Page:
Twenty years ago, Giorgio Armani would have baulked at the thought of incorporating sportswear elements into his collections. The Milanese designer, whose colossal fashion empire had been constructed upon the purest lines of classic menswear, never let any outfit out of his studio that wasn't a meticulously tailored look. Activewear was the preserve of the designer, after all: he alone could wear a crewneck T-shirt and white sneakers onto the runway and still get away with it, standing ovation and all.
And yet, at Armani's fall 2015 show in Milan this past January, models barrelled down the runway in baseball jackets, Henley shirts, and backpacks, made up in such luxurious materials such as vicuña and alligator. In the past decade, his runways have seen zip-up hoodies (fall 2006), drawstring sweatpants (spring 2009), tennis sneakers (spring 2013), and countless other pieces sneakily appropriated from the alternate universe of sportswear.
Armani's shifting design aesthetic is but one instance of a larger sportification trend across the menswear industry, from youthful labels like Michael Bastian to historic ateliers like Louis Vuitton and Berluti. Last season, for instance, the latter debuted Playtime — a tennis sneaker miraculously cut, constructed, and hand-shaped from a single piece of leather, in homage to the classic wholecut shoes the 120-year-old maison has built its reputation on. Paired with unlined solaro suits and linen mackintoshes, the shoes took on a breezy elegance that bore creative director Alessandro Sartori's distinctly alchemical signature.
To purists, this hybridisation of menswear and sportswear represents blasphemy in the highest — a verboten, hideous décollage of the perfect tailoring canvas.
To purists, this hybridisation of menswear and sportswear represents blasphemy in the highest - a verboten, hideous décollage of the perfect tailoring canvas. I suspect that for every Playtime that exists, there lives a tweed-suited baron somewhere out there, dry-heaving into his hand-rolled Irish linen kerchief, nigh collapsed if not for the moral support provided by his ivory cane.
And yet it seems that for most of the menswear world, this aesthetic shift comes as quite the favourable turn — a welcome breath of fresh air in a creative landscape that had been starting to look somewhat dated, to say the least. To be sure, these luxury houses' menswear collections are invariably still anchored in the basic tenets of classic tailoring; the boundaries between said tailoring and sportswear, however, have become superbly blurred lines that Thicke and Co. would be most proud of.
In many ways, the unholy matrimony of these strange bedfellows can be traced back to the carnival that is Pitti Uomo. With dandies trying season after season to outmanoeuvre each other in their quest for sartorial singularity, it was only a matter of time before they turned to baseball caps and running shoes for distinction. Little surprise, then, that the biannual event has become a key launching ground for some of the biggest menswear-sportswear hybrids of our time: in 2003, the hugely successful casual tailoring Z Zegna brand was launched, which last summer got reincarnated as Z ZEGNA (having absorbed the technological leisurewear line Zegna Sport). Kitted out in Techmerino suits and hooded blousons, models parkoured their way across a colossal scaffolding structure in Florence's Stazione Leopolda, making quite explicit in their acrobatic display what designers Paul Surridge and Murray Scallon described as 'high-performance sportified tailoring for the urban adventurer'. My neighbour, wearing a bespoke Rubinacci suit with a rugby sweatshirt and running shoes, seemed to look quite pleased at this sartorial affirmation.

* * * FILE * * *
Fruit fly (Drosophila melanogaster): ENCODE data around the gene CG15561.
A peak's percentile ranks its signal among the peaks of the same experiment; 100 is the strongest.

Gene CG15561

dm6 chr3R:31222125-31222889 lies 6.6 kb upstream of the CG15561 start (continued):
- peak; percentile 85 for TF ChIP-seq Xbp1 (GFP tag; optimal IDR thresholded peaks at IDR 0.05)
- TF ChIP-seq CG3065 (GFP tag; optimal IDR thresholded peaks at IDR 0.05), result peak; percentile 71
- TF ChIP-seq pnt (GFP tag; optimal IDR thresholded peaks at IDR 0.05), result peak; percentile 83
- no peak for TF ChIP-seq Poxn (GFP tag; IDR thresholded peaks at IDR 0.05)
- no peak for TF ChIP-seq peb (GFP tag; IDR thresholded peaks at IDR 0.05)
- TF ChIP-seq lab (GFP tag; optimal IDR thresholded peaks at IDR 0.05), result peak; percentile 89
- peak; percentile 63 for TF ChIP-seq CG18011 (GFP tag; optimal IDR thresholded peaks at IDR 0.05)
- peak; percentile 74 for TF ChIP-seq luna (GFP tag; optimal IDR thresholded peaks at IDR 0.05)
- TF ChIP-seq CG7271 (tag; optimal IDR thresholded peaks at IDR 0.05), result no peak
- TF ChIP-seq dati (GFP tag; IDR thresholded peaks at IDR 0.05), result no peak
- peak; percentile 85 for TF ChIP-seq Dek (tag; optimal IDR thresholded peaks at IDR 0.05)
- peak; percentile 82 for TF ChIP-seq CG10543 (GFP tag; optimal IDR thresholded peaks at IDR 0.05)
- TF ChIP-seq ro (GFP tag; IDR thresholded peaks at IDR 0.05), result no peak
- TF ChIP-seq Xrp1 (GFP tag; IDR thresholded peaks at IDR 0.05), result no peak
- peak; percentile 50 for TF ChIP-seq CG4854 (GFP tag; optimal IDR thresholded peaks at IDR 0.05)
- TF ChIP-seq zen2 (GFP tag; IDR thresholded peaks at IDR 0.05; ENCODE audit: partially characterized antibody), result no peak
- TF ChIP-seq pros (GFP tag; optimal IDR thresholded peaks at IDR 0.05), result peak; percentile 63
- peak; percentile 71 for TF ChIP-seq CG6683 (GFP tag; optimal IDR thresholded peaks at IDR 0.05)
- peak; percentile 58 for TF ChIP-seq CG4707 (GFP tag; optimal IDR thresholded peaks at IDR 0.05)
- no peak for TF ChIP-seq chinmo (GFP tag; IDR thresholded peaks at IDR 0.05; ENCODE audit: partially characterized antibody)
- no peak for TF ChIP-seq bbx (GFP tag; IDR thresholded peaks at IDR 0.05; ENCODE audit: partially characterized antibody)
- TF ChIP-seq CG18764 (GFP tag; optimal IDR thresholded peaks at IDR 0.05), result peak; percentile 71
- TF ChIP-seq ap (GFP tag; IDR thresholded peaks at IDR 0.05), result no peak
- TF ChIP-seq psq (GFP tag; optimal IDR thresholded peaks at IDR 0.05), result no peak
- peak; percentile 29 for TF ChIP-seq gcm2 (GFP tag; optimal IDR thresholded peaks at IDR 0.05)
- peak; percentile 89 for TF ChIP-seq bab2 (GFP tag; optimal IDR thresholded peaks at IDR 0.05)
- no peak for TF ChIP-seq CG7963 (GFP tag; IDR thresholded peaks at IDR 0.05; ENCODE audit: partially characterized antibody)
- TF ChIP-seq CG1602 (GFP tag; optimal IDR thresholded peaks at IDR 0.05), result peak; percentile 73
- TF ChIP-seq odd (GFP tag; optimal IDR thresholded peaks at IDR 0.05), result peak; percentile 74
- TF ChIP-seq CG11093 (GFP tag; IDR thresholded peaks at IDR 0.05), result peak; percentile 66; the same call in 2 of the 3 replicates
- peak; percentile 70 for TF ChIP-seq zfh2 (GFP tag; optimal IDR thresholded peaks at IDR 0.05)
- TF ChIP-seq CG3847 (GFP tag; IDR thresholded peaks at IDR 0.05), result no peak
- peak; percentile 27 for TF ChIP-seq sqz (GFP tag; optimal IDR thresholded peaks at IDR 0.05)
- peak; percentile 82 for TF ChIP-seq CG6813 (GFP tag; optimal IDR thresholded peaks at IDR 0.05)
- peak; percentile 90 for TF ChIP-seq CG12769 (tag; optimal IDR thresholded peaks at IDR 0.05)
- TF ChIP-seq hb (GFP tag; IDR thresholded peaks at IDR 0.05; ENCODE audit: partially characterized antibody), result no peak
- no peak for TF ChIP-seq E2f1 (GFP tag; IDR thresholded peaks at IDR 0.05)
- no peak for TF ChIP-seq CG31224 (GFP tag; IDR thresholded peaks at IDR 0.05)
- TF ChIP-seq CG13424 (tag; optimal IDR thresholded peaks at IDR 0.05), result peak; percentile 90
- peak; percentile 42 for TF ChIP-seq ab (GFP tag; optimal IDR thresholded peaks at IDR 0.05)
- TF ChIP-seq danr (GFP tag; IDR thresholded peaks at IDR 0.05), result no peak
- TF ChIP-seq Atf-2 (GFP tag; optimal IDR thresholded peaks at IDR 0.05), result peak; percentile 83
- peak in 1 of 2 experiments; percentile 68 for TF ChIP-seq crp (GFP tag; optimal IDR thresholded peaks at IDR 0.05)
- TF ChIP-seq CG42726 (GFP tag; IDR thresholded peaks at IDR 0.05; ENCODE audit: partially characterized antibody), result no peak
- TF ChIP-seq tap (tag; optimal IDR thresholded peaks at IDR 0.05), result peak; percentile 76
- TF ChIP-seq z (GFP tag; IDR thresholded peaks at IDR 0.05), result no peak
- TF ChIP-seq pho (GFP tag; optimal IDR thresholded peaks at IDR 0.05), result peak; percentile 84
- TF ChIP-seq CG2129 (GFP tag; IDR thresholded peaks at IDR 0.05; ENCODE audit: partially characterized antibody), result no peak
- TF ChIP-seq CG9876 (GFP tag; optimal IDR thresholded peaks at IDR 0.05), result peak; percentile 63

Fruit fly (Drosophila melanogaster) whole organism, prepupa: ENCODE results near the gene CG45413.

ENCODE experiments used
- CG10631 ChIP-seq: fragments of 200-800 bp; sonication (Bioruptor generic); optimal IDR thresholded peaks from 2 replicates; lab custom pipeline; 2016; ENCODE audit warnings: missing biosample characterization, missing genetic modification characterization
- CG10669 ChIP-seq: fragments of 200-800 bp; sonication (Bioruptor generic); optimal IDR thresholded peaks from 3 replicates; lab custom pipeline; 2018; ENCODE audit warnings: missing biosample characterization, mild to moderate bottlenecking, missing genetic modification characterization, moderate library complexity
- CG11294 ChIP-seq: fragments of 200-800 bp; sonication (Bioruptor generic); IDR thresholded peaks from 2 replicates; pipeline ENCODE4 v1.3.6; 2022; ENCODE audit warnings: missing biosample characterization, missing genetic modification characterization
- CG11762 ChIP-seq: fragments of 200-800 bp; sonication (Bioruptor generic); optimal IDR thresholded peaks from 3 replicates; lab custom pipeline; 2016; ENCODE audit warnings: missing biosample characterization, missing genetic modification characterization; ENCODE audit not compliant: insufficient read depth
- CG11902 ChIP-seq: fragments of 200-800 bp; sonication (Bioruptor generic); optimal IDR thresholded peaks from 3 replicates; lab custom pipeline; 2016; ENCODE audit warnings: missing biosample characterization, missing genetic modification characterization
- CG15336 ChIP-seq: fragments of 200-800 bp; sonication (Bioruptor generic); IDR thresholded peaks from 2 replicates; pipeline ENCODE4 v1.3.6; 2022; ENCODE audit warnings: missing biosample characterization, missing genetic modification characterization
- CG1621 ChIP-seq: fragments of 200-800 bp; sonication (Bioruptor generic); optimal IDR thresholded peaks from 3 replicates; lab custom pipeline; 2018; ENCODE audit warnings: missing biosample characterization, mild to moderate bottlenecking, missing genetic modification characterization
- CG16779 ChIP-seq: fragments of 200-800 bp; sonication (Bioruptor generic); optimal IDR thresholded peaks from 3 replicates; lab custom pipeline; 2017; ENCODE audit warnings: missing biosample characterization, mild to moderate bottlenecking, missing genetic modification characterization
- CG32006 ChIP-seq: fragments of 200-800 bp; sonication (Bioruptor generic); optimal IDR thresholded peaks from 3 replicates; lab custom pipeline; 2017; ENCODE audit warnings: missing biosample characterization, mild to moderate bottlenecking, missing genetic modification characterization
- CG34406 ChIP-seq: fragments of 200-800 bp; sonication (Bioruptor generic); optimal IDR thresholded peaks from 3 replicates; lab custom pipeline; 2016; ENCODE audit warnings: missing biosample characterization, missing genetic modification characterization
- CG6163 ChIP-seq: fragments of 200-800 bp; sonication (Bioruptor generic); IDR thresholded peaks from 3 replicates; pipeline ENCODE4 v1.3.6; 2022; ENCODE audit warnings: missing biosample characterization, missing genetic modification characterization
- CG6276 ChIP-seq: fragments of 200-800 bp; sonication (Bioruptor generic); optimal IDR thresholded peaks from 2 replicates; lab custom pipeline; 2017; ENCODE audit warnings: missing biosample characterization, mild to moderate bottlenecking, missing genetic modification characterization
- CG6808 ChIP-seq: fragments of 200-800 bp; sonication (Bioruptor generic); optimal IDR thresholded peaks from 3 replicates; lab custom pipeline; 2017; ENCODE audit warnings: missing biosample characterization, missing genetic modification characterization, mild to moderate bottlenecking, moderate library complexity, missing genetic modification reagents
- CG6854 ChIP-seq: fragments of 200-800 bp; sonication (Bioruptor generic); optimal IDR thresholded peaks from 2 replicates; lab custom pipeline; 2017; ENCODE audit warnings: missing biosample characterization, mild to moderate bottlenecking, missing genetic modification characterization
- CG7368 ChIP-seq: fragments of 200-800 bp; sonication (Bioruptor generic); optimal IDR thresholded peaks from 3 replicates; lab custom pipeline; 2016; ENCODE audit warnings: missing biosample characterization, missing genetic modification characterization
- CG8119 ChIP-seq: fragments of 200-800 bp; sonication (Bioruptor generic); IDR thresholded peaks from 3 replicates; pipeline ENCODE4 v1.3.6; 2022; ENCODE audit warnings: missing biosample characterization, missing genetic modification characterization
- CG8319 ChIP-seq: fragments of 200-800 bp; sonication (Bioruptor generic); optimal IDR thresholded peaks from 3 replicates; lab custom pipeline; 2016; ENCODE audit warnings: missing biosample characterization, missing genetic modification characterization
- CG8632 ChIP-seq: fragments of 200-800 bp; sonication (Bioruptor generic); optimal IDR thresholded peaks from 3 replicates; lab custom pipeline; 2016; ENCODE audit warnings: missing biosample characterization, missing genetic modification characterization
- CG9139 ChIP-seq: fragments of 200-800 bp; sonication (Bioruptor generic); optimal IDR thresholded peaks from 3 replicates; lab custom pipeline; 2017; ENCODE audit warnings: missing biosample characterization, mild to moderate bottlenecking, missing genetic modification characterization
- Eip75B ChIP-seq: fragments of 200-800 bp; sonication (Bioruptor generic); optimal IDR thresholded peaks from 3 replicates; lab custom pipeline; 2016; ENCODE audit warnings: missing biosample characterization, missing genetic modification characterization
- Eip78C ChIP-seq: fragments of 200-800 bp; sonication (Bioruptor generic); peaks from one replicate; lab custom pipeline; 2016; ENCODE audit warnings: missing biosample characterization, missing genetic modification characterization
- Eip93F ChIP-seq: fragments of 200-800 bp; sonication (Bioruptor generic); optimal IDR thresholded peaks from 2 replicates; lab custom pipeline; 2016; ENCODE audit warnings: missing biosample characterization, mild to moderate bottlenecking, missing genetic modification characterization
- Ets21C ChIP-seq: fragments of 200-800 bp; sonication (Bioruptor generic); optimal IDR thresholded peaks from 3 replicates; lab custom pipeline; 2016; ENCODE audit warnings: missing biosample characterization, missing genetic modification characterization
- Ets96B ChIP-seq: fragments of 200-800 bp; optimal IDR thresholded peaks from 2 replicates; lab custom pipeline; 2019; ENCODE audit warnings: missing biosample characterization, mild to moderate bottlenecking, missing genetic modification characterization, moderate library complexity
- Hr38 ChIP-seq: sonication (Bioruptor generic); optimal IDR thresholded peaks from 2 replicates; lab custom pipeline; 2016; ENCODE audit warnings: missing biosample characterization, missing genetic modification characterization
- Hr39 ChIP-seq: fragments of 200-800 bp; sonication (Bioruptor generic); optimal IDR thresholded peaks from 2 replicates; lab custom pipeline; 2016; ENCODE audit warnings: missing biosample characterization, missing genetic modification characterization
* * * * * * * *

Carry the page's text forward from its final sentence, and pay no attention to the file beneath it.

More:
But perhaps there exists a more visceral reason for this hybridisation. As Antonio de Matteis, CEO of Italian tailoring label Kiton explained to me, the aesthetic shift towards sportswear reflects a desire for relatable, everyday luxury — something menswear labels, through decades of ultra-sophisticated collections, have generally snubbed. With the cultural power base shifting from staid, business-oriented clients to young, stylish men-on-the-go, brands can no longer afford to design clothes appropriate only in the boardroom or theatre and nowhere else; in order to stay relevant, that is, menswear collections are breaking out of the haut monde box, refined and perfect as it may be. There is, after all, a certain elegance in an outfit that co-opts pieces from the myriad aspects of one's identity, instead of an inorganically highbrow look.
It is this very reason, of course, that prompted the Naples-based company to found a dedicated sportswear workshop in Parma in 2000 to produce the funkier elements of its men's collections. Meanwhile, across the English Channel, even the incorruptibly conservative Savile Row aesthetic is getting its own sporty spin: institutions like Hardy Amies and E. Tautz regularly layer their handmade suits with ski parkas and tweed tracksuits, which if nothing else lends credence to de Matteis' theory of relevant luxury.
Where precisely menswear will end up in the next decade is anyone's guess, but it seems that — for now at least — activewear has been firmly cemented into the menswear world's collective cultural consciousness. I, for one, am certainly not giving up my ruffian suit and sneaker combo anytime soon.